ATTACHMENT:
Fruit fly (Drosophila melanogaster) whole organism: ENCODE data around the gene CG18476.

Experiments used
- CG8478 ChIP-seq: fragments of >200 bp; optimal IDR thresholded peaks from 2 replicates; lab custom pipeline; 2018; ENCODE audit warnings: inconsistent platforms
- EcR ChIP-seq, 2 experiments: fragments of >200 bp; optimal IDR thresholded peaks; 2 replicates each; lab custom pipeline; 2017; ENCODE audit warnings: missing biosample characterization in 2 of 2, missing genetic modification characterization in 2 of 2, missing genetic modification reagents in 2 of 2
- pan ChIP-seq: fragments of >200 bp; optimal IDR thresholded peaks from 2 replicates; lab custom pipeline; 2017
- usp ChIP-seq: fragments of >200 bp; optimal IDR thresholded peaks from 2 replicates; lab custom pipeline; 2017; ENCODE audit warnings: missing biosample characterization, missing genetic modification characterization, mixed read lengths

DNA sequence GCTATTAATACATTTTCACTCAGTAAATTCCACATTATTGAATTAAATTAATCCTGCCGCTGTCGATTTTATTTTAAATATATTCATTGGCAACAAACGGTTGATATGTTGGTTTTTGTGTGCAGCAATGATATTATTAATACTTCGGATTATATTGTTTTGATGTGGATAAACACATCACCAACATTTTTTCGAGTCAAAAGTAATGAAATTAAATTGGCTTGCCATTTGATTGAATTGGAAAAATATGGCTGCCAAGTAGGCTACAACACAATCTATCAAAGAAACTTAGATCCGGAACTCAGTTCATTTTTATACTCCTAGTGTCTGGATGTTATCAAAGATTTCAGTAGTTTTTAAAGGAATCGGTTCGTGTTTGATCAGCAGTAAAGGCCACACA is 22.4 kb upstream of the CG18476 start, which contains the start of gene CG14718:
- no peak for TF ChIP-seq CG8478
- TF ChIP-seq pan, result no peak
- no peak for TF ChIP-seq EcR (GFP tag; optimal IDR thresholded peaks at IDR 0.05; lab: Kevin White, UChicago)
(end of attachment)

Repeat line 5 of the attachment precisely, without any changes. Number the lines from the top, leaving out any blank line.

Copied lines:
- pan ChIP-seq: fragments of >200 bp; optimal IDR thresholded peaks from 2 replicates; lab custom pipeline; 2017